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Introduction to

Some Dance to Remember

by David Van Leer

 

David Van Leer is Professor Emeritus of English, University of California, Davis. A regular contributor to The New Republic, he is the author of The Queening of America: Gay Culture in a Straight Society and Emerson’s Epistemology: The Argument of the Essays. He lives in Manhattan with his partner, the artist Miles Parker.

 

Size counts in gay male culture, and gay fiction embraces a range of small, medium, and large books of the kind written by a diversity of authors including Jack Fritscher in his novella Titanic, his short novel The Geography of Women: A Romantic Comedy, and his epic Some Dance to Remember: A Memoir-Novel of San Francisco 1970-1982. LGBT culture fits all sizes. We need minimalist authors who are delicate stylists like Jane Austen and Nathaniel Hawthorne who condense the universe into a glance or a phrase. We also need writers who paint sweeping strokes across an epic canvas after the fashion of giant literary masterpieces such as Moby-Dick, Les Misérables, Ulysses, and Remembrance of Things Past. Unlike poetry, drama, and film, only the novel permits true expansiveness in height, weight, depth, and length. The “Great American Novel” is “great” because it embraces an entire world, “universal” because it contains a universe. The “Great Gay American Novel” is no different. In truth, length may be especially important for minority writers because one goal of minority fiction is simply to get on the record “under-explored material” which offers minority readers a “history of their own” while introducing mainstream readers to a largely foreign way of life. It takes time to describe the countless details that make up a culture, a thousand words to tell one picture.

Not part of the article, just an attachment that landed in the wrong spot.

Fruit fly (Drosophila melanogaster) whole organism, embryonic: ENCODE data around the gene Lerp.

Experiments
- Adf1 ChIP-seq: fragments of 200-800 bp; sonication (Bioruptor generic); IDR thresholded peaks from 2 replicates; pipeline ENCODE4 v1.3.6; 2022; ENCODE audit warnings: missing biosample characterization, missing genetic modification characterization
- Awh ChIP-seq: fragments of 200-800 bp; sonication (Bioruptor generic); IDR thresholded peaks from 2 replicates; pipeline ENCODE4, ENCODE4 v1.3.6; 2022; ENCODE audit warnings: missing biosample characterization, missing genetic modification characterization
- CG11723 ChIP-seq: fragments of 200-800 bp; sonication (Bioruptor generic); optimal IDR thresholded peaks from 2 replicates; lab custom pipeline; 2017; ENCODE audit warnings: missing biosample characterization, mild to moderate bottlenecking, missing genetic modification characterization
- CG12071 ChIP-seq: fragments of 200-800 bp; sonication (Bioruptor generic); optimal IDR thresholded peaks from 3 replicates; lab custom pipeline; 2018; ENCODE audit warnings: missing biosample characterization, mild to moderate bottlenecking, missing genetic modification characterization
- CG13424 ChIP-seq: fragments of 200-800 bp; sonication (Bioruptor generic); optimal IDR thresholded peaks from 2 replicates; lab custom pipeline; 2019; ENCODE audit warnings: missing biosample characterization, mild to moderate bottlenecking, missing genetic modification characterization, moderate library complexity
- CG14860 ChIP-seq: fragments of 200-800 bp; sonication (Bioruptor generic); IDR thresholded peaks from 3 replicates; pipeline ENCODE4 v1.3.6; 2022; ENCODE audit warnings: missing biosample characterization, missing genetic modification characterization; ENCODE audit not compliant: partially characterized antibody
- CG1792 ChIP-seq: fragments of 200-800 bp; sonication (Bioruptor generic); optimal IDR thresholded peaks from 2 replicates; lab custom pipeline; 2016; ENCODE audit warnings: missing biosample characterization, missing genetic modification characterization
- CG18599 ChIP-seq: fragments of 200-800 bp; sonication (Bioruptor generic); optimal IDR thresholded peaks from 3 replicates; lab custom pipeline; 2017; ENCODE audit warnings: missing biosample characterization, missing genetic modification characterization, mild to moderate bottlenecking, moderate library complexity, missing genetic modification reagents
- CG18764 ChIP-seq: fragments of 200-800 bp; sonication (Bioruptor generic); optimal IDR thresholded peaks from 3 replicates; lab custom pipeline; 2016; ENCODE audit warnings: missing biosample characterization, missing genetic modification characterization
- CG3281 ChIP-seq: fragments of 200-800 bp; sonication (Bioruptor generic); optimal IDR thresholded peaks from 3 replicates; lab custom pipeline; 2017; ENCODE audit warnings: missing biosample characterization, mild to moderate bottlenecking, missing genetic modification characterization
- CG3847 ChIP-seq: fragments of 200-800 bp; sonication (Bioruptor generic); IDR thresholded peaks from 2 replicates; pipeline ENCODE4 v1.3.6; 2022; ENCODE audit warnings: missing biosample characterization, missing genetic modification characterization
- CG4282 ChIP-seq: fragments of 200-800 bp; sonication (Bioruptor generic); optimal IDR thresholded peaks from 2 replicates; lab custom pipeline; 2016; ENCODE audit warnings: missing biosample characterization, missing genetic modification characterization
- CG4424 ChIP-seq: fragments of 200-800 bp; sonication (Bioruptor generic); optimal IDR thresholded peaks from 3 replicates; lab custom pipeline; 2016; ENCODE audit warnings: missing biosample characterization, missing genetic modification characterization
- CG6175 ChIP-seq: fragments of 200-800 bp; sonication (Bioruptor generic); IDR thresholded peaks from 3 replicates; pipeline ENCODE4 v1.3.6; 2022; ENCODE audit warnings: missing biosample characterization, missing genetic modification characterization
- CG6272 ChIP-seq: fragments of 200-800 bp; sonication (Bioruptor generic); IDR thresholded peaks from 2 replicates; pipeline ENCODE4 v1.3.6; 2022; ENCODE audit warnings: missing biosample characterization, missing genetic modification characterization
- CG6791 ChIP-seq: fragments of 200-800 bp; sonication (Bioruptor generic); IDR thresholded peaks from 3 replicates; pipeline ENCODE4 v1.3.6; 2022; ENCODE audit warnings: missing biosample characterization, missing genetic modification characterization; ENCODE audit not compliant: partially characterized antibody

For this reason, when women first began to write in large numbers, the spacious form of the novel was most congenial to the kind of tale they wanted to tell. Charlotte Brontë needed time (and pages) to give a convincingly full account of Jane Eyre’s education and romance for her male readers who knew little of women’s lives, and for her female readers who reveled in finally seeing their own stories on the page. So, too, with most writing that focuses on a racial, ethnic, or sexual minority: the sweep and scope of the novel have always seemed best suited to tell a new and unfamiliar story.